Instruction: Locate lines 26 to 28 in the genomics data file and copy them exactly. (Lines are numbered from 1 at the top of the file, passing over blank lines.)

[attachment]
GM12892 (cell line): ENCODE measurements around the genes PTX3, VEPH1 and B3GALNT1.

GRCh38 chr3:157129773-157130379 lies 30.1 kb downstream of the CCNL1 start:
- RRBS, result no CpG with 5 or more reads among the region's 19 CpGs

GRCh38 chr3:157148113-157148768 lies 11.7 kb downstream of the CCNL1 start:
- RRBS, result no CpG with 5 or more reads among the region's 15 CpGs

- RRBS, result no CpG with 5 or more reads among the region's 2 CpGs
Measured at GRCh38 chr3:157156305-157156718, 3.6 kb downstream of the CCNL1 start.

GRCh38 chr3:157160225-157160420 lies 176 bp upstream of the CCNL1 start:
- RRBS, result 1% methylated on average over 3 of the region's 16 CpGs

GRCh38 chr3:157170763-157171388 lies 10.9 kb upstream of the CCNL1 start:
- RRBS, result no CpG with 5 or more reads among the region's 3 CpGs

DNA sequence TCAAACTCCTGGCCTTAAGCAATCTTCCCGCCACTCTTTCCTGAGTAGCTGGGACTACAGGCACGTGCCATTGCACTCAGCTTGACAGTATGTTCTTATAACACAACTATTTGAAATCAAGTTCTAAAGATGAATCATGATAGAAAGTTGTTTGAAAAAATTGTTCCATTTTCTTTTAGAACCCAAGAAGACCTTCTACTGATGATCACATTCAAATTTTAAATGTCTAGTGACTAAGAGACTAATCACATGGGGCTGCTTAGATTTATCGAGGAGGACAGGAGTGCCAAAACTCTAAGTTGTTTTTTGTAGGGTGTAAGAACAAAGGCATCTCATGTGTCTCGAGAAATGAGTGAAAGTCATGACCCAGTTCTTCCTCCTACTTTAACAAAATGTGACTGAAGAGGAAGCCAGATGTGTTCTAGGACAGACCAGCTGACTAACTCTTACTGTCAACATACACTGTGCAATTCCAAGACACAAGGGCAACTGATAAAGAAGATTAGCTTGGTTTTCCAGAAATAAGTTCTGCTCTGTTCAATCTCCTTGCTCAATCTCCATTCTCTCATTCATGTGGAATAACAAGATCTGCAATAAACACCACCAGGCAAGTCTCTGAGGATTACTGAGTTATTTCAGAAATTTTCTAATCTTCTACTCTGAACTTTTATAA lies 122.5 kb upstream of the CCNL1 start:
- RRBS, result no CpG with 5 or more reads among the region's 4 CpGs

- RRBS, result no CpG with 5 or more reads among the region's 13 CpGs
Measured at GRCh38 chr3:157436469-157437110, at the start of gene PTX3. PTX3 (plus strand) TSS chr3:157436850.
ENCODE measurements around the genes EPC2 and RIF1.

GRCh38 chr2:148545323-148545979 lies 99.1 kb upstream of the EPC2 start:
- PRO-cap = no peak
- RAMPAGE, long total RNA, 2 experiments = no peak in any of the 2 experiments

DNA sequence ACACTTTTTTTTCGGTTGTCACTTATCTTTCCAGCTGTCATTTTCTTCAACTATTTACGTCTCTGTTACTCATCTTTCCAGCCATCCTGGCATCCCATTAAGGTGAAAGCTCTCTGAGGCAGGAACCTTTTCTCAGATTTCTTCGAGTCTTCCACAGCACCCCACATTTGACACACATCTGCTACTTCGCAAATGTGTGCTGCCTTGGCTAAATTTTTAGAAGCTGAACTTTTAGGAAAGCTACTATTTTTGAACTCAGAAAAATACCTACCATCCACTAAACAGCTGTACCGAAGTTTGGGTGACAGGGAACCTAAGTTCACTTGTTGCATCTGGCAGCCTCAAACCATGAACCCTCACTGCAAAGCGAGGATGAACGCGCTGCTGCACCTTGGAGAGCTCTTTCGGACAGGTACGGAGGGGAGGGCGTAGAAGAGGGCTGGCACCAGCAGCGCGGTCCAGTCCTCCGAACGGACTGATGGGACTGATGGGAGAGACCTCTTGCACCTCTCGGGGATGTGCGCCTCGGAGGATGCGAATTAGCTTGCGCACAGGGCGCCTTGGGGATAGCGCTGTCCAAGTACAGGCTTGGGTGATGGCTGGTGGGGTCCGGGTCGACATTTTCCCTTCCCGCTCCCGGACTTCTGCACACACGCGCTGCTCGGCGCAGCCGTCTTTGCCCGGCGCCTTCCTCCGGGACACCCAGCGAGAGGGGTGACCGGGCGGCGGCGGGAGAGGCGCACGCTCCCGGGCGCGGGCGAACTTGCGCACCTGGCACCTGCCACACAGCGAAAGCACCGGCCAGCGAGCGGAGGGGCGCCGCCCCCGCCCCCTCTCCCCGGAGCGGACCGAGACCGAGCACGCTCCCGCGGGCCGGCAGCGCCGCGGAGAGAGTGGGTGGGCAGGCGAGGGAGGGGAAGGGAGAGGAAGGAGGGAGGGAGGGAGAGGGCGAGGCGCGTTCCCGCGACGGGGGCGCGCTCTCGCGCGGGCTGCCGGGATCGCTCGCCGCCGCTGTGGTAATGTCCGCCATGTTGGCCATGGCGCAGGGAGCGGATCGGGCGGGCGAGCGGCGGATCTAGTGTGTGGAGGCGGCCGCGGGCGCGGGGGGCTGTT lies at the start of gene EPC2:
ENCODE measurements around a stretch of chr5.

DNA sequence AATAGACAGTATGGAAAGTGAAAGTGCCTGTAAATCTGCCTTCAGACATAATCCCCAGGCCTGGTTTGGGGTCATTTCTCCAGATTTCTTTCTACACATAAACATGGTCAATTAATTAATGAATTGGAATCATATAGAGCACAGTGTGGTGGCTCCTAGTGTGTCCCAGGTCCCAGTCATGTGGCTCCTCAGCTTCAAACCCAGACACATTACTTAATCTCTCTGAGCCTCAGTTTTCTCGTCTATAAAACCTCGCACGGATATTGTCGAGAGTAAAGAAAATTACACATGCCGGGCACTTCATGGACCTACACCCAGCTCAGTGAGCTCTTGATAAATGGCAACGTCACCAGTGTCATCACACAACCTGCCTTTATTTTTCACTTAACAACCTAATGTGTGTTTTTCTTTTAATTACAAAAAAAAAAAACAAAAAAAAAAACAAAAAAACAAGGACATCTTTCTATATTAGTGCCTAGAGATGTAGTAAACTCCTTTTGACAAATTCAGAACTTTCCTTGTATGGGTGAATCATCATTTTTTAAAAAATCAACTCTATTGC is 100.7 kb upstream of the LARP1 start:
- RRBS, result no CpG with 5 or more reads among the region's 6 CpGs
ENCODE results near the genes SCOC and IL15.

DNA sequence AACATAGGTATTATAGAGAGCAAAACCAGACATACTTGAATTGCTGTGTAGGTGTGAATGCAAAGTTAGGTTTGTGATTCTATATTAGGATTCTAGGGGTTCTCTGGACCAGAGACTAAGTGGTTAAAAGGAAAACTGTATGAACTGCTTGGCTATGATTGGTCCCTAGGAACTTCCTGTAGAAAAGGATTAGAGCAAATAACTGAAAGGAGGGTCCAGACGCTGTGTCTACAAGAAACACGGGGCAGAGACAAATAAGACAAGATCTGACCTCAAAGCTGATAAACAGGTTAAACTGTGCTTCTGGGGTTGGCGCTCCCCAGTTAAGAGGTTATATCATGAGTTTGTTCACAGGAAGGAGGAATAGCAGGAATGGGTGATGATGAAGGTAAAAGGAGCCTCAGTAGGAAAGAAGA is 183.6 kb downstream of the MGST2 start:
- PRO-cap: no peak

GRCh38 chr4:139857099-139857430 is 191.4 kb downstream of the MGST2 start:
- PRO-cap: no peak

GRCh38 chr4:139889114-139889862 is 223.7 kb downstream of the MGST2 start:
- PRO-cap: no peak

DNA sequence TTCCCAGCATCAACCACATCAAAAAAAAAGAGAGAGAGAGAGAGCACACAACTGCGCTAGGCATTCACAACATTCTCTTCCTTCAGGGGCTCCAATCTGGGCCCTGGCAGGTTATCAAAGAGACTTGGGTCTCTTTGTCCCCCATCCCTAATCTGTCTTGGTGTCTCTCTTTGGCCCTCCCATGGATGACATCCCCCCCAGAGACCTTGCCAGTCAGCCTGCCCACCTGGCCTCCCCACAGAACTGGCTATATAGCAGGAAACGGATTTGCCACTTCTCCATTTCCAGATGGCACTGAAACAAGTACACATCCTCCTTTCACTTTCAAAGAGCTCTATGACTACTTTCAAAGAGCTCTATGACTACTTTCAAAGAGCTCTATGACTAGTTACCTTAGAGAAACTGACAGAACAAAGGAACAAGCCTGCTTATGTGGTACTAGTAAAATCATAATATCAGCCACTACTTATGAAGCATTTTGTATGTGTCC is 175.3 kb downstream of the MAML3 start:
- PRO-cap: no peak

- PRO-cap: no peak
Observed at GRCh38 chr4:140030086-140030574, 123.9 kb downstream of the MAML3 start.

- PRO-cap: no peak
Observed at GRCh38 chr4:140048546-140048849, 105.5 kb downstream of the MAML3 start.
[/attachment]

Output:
- PRO-cap: no peak

GRCh38 chr4:139857099-139857430 is 191.4 kb downstream of the MGST2 start:
- PRO-cap: no peak